The diameter of the pot should not be increased by more than 1-2 inches when repotting plants for exactly the same reason. Overpotting will lead to excessive moisture in the pot, which will result in rot.
Choice Of Pot
Compared to pots made of porous materials, such as terracotta, pots made of non-porous materials such as plastic and metal hold water much better. Switching to a porous material can greatly increase the rate at which soil dries out.
The plastic pots I use for the majority of my plants make them require more care. Even though I tend to use plastic pots because they are lighter and easier to fit into decorative pots, this can make them considerably less healthy.
Is It Bad For Plants When Soil Dries Slowly?
Slowly drying soil is bad for a plant’s roots because they are sitting in soggy conditions for an extended period of time. A pot that takes over two weeks to dry out can result in root rot, symptoms of overwatering, and can even cause your plant harm. In general, a pot’s soil should not take more than two weeks to dry out.
Growing houseplants normally often results in soggy soil that leads to root rot. A plant suffering from root rot cannot obtain the essential nutrients and water from the soil it needs to thrive, and this results in the plant dying.
Soggy soil is harmful to plants, not because of its abundance of water, but because of its lack of oxygen. Roots require clean, well-aerated soil to thrive, and soggy soil gets filled with water, preventing nutrient and oxygen exchange. In addition to weakening the roots, this also leaves them vulnerable to disease, ultimately leading to death.
How To Check Whether Soil Is Dry?
The idea of the soil not drying out makes sense, but how exactly do you check the soil for moisture? Although wet or dry soil seems like such a simple thing, it is easy to misjudge.
A dry patch of soil can often be damp just an inch or two below the surface, or if soil isn’t soaked evenly in watering, this can lead to a wet soil surface, but not enough moisture around the plant’s roots.
Follow these tips to make sure the soil is dry enough;
- Instead of just touching the surface of the soil, dig a few inches into it to feel for moisture.
- If you check the weight of the pot, you’ll be able to tell when your plant needs watering. Wet soil weighs significantly more than dry soil.
- It is useful for plants that like their soil fully dry before being watered, so check through the bottom drainage holes for wetness.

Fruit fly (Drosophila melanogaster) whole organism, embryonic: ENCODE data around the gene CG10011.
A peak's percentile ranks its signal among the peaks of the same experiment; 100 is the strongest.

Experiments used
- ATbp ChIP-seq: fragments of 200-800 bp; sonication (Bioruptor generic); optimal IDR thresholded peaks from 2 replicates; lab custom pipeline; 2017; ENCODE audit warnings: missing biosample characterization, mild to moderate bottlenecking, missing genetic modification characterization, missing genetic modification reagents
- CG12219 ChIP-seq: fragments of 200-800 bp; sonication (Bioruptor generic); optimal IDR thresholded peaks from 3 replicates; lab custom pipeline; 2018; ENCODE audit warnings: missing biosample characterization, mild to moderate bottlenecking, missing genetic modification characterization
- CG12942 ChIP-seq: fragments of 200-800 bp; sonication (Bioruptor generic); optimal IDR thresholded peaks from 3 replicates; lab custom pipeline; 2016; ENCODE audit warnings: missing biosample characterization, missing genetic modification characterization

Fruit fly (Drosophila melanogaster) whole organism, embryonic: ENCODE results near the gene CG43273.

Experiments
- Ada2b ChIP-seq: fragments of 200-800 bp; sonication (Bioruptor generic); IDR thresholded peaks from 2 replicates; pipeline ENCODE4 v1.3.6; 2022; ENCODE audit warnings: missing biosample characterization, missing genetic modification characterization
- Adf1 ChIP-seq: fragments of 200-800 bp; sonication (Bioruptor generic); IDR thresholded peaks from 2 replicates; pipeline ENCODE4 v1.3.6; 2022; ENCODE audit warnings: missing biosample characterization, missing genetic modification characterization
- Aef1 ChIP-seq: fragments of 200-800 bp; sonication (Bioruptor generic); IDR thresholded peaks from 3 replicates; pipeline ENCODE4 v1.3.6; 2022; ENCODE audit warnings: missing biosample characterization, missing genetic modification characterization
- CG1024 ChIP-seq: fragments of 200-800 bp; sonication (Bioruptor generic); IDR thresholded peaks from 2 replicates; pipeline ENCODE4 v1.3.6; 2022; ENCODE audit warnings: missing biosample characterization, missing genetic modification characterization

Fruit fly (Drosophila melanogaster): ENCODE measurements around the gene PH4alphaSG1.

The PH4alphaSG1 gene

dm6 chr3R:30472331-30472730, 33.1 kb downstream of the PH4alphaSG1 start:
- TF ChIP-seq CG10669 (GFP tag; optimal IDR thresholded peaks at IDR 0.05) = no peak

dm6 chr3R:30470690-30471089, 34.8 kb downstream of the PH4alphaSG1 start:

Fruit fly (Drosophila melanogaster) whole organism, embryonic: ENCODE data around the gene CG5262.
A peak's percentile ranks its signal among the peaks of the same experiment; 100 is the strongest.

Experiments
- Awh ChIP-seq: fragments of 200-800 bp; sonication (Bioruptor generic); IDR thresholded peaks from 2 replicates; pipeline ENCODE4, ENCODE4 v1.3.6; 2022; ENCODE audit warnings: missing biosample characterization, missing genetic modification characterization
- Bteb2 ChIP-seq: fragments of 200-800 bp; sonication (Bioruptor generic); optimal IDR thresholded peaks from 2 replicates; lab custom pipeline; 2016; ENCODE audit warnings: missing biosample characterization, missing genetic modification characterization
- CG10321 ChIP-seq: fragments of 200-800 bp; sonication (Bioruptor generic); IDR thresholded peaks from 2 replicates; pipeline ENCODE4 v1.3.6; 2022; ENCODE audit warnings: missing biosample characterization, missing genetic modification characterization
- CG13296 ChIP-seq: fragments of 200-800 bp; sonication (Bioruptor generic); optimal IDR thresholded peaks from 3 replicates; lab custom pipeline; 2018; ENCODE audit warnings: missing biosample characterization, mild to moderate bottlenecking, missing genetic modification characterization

- The method of poking a dry skewer into the soil and checking for wetness will tell you whether the soil is still moist deeper down.
- Some people like to use moisture meters while I prefer to just use my finger and feel the weight of the pot. Moisture meters, however, can be helpful especially with large pots.
- If you intend to check the moistness of the soil, make sure to use a variety of techniques instead of just one.
How Can I Make My Soil Dry Faster?
You can speed up soil drying by increasing light, heat, and ventilation for your plant, making sure the soil and pot drain well, and choosing a pot that is appropriately sized for your plant. Try moving the plant to a pot made of porous materials such as terracotta, and make sure the pot has access to draining after watering.
It’s likely that there are a variety of factors contributing to the soil drying slowly, but a few small adjustments will lead to a much healthier plant.
How To Dry Wet Soil Fast
You can remove moisture from the soil if you see signs of overwatering on your plant so that it dries out quickly and avoids further damage.
- Put your plant in its potting soil and wrap newspaper or kitchen towels around it. Press the paper against the soil gently, allowing water to be absorbed onto the paper. This will rapidly dry out the soil and greatly increase aeration.
- You can also set the plant on dry soil after removing it from the pot. This will absorb some of the water by capillary action, and you will see that the soil becomes noticeably drier after a few hours.
- You can dry the soil by using a hairdryer near the roots after removing the plant from its pot. You should be careful not to blow the roots off the soil, but this can work wonders on the soil.
- If you have some soil left on the periphery of the rootball, gently remove it, taking care not to disrupt the roots, and then repot in the same container, using dry soil. I have done this many times and found it works well. Other underlying problems need to be resolved, but drying out the soil quickly helps improve the condition of your plants.
Growing houseplants often involves overwatering and root rot that occurs from not allowing the soil to dry out. The right type of lighting, soil, and pots can make all the difference in the world to your plants’ growth and make growing plants so much more enjoyable.